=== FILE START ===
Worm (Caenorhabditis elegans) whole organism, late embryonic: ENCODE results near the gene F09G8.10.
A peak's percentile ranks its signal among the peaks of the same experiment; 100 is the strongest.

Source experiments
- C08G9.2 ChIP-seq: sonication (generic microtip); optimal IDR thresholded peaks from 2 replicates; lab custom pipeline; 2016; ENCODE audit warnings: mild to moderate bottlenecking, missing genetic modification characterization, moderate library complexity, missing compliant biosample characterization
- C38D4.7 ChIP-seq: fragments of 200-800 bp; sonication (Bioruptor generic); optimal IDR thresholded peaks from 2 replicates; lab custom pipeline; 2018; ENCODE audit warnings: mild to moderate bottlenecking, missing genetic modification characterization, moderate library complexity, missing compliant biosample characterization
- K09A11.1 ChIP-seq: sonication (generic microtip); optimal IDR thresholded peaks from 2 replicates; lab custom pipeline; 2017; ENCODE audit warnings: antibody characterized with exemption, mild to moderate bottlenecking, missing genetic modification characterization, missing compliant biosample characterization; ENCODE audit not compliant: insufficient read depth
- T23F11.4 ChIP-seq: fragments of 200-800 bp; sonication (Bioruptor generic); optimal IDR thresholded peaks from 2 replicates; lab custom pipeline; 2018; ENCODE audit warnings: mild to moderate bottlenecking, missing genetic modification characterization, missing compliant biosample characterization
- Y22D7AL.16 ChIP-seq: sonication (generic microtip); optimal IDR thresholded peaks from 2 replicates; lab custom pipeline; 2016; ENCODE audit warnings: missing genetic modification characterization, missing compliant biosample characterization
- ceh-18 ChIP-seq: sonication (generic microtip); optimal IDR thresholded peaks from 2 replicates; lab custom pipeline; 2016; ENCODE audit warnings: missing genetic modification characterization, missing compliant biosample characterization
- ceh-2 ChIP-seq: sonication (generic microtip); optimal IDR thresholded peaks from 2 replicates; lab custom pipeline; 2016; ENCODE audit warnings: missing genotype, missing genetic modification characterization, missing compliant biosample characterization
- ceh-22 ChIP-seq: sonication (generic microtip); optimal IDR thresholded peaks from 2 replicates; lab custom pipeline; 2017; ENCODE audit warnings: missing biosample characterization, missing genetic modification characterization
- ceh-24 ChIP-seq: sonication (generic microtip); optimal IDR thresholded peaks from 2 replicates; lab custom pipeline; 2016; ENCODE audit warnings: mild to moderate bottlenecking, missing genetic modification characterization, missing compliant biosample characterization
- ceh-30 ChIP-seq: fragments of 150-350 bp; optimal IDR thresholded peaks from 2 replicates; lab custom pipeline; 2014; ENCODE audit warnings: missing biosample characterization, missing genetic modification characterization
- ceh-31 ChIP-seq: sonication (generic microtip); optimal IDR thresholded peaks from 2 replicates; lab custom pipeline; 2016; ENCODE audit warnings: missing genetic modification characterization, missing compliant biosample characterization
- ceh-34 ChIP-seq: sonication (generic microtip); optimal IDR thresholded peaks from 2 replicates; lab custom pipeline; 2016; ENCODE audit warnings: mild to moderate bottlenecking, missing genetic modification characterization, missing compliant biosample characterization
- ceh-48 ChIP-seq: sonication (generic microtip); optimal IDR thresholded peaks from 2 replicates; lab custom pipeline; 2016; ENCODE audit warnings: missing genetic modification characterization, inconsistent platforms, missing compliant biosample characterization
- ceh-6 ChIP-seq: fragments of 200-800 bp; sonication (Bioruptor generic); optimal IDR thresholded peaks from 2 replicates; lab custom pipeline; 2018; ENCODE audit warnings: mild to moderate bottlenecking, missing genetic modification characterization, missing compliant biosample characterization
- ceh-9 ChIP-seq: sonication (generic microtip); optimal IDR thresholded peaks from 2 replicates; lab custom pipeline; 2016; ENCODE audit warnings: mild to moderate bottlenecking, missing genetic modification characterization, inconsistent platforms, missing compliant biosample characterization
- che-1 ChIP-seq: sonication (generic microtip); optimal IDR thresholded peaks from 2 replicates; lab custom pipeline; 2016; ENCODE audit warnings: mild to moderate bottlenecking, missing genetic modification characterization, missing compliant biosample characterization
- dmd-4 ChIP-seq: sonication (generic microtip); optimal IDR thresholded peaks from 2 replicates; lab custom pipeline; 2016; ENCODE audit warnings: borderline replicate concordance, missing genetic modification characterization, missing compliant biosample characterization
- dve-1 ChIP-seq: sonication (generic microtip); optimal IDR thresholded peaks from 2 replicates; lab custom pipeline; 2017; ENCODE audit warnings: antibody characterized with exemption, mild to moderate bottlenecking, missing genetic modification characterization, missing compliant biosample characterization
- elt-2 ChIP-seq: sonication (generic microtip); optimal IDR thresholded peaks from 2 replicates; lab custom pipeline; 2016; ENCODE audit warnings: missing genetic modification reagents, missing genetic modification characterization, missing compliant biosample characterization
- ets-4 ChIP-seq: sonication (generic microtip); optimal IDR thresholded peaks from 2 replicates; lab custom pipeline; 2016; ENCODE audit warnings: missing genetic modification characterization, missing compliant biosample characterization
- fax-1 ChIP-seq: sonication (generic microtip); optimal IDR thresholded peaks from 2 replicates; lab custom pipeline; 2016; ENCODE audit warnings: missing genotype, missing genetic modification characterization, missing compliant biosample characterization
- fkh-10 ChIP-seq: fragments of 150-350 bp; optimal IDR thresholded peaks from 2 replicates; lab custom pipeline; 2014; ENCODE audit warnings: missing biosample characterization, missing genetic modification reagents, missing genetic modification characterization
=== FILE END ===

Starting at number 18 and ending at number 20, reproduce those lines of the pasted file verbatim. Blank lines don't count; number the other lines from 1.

- ceh-9 ChIP-seq: sonication (generic microtip); optimal IDR thresholded peaks from 2 replicates; lab custom pipeline; 2016; ENCODE audit warnings: mild to moderate bottlenecking, missing genetic modification characterization, inconsistent platforms, missing compliant biosample characterization
- che-1 ChIP-seq: sonication (generic microtip); optimal IDR thresholded peaks from 2 replicates; lab custom pipeline; 2016; ENCODE audit warnings: mild to moderate bottlenecking, missing genetic modification characterization, missing compliant biosample characterization
- dmd-4 ChIP-seq: sonication (generic microtip); optimal IDR thresholded peaks from 2 replicates; lab custom pipeline; 2016; ENCODE audit warnings: borderline replicate concordance, missing genetic modification characterization, missing compliant biosample characterization